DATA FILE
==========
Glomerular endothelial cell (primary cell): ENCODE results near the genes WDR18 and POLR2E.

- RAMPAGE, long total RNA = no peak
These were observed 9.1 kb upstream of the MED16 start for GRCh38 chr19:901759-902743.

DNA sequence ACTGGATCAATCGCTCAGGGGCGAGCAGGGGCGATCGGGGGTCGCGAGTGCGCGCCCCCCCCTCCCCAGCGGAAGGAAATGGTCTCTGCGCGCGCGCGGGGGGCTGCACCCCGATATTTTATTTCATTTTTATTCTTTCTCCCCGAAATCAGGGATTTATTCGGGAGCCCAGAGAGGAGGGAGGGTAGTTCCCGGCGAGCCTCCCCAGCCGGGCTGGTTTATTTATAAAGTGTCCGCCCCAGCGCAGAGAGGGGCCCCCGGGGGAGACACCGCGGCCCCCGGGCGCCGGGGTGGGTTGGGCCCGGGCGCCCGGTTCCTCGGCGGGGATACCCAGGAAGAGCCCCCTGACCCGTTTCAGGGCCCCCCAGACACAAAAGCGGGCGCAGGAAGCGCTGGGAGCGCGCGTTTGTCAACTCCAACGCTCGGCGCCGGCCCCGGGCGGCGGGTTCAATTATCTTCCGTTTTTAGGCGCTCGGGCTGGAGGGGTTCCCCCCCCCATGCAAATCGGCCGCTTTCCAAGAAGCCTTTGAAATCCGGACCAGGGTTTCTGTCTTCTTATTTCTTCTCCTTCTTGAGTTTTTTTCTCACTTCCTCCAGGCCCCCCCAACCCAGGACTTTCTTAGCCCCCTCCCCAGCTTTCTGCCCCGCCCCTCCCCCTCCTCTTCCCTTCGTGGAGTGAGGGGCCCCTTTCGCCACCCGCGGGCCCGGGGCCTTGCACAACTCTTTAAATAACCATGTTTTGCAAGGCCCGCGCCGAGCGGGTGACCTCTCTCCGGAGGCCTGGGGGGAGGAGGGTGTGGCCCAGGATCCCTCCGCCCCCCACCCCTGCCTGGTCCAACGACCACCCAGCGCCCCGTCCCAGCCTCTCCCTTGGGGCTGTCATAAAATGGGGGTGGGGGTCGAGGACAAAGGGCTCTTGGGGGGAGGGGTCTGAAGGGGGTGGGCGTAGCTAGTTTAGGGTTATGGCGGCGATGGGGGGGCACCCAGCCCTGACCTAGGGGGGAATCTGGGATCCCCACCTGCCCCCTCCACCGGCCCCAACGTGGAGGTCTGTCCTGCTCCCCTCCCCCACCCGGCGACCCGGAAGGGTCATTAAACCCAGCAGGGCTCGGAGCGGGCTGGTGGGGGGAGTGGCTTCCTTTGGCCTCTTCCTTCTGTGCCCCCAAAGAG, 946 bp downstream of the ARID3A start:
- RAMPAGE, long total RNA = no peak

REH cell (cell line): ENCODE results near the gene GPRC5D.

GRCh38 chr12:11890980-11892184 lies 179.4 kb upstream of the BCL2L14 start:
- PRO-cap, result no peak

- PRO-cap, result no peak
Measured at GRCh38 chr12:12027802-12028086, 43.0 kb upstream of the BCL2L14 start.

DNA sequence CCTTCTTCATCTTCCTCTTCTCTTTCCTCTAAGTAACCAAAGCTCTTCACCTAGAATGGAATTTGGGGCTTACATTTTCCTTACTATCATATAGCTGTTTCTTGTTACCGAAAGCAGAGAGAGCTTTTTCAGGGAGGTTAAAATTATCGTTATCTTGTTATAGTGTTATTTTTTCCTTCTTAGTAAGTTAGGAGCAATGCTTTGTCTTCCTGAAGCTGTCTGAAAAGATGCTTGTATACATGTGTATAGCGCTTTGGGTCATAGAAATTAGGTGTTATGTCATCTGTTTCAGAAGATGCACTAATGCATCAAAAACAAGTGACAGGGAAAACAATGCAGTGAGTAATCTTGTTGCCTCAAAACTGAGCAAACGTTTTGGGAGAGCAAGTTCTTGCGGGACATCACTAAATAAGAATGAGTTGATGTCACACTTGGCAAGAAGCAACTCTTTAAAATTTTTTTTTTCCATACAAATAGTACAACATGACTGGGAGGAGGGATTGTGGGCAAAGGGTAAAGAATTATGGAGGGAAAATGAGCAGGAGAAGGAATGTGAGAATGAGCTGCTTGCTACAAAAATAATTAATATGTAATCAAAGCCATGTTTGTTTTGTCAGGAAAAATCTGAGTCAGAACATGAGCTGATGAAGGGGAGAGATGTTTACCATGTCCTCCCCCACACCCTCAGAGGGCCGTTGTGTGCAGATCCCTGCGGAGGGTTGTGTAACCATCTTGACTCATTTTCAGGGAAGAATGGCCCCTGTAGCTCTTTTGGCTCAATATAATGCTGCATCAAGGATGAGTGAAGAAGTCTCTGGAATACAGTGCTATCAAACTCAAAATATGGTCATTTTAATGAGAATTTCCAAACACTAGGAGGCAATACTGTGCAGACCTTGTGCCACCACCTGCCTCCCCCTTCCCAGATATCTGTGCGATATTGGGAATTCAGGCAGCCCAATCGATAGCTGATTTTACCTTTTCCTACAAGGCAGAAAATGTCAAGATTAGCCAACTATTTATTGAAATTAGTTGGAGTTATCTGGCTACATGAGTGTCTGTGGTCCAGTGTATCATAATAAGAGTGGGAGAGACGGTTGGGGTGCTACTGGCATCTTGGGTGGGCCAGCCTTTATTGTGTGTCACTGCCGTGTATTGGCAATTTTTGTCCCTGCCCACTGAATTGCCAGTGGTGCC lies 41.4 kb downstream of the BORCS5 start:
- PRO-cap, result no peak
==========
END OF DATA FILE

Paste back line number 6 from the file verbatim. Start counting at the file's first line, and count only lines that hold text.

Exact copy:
REH cell (cell line): ENCODE results near the gene GPRC5D.